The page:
An excerpt from
Our Cuban Colony: A Study in Sugar
By Leland Hamilton Jenks
Vanguard Press, New York, 1928
...when the [Cuban] Constitution was completed, the convention proceeded on February 12, 1901, to name a committee to frame the bases for these relations. Several projects were before them for consideration; and the matter had been discussed in concrete terms in the Havana press.
Some of the proposals were curious. Lone was that Cuba should take the advice of the United States as to her foreign policy for ten years. Another would give American capitalists a preference as to loan issues, and would permit an American army to occupy Cuba to maintain order and civil rights. A third would turn over the ports and maritime zone of Cuba to the United States as soon as the latter was involved in a war. A fourth proposed a military alliance, offensive and defensive, conceding three bays to the United States for naval stations. A monetary union was frequently suggested. And with one accord delegates urged preferential trade relations between the United States and Cuba on the basis of reciprocity. There was approval of the Monroe Doctrine; there were numerous devices to prevent any possible use of the island as a base for foreign aggression against the United States; and the Cubans were so alert to the possibilities of financial imperialism that in article 59 of their Constitution they provided that no loan could be issued, without act of their Congress and without provision of permanent taxes for its interest and redemption.
There can be no serious doubt that the convention although dominated by elements critical of the United States, desired that the latter guarantee the independence of Cuba, was willing to arrange guarantees against the island becoming a political menace to the United States, and was desirous of conciliating the American economic interests upon which the development of Cuba seemed to depend. But the convention was oppressed by a premonition that the “relations” wished by the United States went farther than this, that the United States desired in fact to make Cuba at least a protectorate, that the relations it would insist upon would be incompatible with Cuban sovereignty and independence. The Cubans, in a word, wished to make sure of independence first.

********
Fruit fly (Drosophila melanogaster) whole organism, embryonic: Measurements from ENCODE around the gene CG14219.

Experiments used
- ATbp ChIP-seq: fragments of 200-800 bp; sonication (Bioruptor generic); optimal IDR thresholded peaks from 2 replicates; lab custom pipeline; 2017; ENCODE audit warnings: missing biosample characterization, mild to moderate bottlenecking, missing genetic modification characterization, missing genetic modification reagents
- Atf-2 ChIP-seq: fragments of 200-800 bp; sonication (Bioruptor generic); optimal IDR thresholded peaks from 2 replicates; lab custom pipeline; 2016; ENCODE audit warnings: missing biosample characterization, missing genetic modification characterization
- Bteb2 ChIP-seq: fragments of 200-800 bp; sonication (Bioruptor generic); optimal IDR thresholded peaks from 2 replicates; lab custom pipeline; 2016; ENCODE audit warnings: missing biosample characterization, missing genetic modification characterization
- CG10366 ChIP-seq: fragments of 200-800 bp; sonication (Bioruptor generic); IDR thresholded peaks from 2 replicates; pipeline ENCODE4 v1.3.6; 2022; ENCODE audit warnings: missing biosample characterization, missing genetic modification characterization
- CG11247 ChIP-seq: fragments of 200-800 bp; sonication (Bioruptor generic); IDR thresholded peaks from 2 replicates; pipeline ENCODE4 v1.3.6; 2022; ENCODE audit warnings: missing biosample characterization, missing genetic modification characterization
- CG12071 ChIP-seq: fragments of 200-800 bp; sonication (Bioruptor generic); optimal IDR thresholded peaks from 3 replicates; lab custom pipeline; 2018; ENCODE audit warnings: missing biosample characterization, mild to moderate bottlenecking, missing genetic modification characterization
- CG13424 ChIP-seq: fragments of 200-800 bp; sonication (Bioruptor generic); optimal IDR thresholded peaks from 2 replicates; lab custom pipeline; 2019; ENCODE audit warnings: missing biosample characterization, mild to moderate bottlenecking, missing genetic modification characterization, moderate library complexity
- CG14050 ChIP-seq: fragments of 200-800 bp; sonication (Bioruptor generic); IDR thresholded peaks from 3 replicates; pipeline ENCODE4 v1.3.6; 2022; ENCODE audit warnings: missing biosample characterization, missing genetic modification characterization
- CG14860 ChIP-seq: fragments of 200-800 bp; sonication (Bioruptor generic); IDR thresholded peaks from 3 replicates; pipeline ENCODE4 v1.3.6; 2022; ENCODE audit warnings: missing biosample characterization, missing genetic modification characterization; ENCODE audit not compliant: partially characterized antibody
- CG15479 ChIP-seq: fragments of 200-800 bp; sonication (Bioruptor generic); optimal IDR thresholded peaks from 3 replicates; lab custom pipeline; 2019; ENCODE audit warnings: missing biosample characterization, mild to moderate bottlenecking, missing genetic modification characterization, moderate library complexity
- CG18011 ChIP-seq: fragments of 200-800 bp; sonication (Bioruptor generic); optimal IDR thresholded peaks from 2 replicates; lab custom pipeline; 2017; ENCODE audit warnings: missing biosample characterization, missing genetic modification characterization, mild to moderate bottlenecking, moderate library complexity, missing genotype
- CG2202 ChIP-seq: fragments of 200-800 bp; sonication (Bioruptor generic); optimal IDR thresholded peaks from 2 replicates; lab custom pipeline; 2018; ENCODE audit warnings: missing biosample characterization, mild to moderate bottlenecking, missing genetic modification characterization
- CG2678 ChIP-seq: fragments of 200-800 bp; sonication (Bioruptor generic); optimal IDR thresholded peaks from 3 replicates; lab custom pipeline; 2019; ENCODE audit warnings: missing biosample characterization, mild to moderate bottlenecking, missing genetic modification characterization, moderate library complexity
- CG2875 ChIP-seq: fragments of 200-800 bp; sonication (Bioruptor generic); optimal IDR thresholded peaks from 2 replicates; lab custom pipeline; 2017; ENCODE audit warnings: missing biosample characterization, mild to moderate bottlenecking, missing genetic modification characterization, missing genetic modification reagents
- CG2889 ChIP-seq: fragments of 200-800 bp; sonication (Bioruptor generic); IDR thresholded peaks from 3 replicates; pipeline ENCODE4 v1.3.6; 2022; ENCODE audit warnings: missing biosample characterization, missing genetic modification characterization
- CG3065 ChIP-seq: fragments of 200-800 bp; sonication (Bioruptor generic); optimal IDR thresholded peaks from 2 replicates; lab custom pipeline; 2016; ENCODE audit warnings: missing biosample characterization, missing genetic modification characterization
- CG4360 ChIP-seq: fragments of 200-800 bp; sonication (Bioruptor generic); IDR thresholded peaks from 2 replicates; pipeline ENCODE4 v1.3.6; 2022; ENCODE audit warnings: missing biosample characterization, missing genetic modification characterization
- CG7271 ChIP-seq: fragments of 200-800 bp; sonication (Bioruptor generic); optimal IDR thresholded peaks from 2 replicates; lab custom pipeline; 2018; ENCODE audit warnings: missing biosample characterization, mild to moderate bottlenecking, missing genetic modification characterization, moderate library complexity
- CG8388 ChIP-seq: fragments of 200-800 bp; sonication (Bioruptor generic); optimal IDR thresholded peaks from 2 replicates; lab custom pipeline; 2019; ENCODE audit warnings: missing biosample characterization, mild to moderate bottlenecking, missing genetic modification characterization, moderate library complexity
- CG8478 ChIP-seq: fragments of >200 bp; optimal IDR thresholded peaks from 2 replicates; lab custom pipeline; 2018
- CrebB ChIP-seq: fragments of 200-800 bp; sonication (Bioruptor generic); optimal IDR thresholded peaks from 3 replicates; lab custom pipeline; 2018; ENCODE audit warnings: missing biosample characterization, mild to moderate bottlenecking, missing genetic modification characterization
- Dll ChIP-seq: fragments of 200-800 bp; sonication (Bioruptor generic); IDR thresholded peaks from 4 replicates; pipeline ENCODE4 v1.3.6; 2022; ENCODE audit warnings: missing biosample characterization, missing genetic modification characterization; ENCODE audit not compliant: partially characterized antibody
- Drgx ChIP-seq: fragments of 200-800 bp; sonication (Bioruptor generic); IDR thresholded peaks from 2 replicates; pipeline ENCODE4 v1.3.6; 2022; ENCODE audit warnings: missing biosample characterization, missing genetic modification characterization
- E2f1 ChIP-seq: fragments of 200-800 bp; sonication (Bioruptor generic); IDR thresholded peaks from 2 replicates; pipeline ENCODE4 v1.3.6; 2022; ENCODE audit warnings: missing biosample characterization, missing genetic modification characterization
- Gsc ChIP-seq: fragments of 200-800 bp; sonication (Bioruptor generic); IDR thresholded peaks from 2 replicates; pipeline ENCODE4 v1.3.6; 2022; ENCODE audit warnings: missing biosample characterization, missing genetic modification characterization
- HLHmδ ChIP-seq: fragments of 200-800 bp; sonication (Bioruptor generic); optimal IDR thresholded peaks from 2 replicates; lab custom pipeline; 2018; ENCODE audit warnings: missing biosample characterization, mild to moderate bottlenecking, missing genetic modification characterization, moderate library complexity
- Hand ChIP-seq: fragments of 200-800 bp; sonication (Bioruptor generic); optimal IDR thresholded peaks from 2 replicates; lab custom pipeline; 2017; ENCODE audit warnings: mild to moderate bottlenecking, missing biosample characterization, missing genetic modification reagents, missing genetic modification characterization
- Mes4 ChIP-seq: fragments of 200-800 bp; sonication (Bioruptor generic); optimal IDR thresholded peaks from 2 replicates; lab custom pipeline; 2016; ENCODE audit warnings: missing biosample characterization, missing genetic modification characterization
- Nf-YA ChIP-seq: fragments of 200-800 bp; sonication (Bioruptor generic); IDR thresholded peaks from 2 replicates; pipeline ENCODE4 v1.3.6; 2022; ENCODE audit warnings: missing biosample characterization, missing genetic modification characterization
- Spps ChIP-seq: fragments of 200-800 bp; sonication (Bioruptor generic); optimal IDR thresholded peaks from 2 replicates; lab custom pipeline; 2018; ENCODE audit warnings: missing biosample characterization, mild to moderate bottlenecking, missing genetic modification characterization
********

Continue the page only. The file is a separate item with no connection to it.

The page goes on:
The United States was committed to independence. The administration press was aglow with ardor for Cuban liberty. But the advisers of President McKinley were even more concerned about “the ties of singular intimacy.” If the final settlement of Cuban-American relations was postponed until there was a Cuban Republic, there was great risk that they would not be adjusted exactly as McKinley’s advisers wished. An independent Cuban government might be unfriendly to the United States. Moreover, any arrangement negotiated by treaty would be subject to the approval of two-thirds of the American Senate. The only sure way of arranging Cuban relations to the satisfaction of McKinley’s advisers was to have it done by the expiring Congress, which had been elected at the height of war enthusiasm in November, 1898.
While Senators considered parliamentary strategy and consulted the dictionary for unsuspicious phrases, Secretary Root sent to General Wood, for the information of the Cubans, a hint as to what the latter “should desire to have incorporated” into their Constitution. These were the President’s desires, but the Congress might reach different conclusions, stated the Secretary of War. The Cubans still marveled as the second McKinley Congress, four days before its death, undertook to determine for all time the foreign relations of two sovereign states, the United States and Cuba, with reference to each other.
It was decided that Congress should authorize the President to leave Cuba to her people when a government had been set up under a constitution which contained as a part of the same, eight definite provisions. The Joint Resolution of April 20, 1898, should be amended by defining it. And all of this was to be accomplished for reasons of parliamentary tactics, by an amendment to the Military Appropriations bill for 1901-02. Thus the Platt Amendment, sponsored by Senator Platt of Connecticut, gained its name.
The appropriations bill was in its last stages in the Senate. The amendment was introduced February 25, without waiting to hear what the Cuban convention would do with Secretary Root’s hint. There were two hours’ debate on the 27th and the bill was passed. On March 1st, the bill passed the House, and it was signed by the President on March 2nd. The Cuban convention were on the following day presented with a fait accompli. Their relations to the United States had been settled forever. They had only to vote the articles into their constitution. Until they did so, Cuba was clearly to be regarded as unpacified. The American army of occupation would remain. The Cubans were entirely free to agree or disagree. They were entirely free to secure such independence as was possible under the Platt Amendment or to continue under the military administration. After several vain attempts to find a more palatable alternative, they added the provisions, word for word, as an “appendix” to their constitution, June 12, 1901. Two years later, in accordance with its own terms, the Platt Amendment was embodied in a permanent treaty between the two countries, and received the formal accolade of two-thirds of the Senate.
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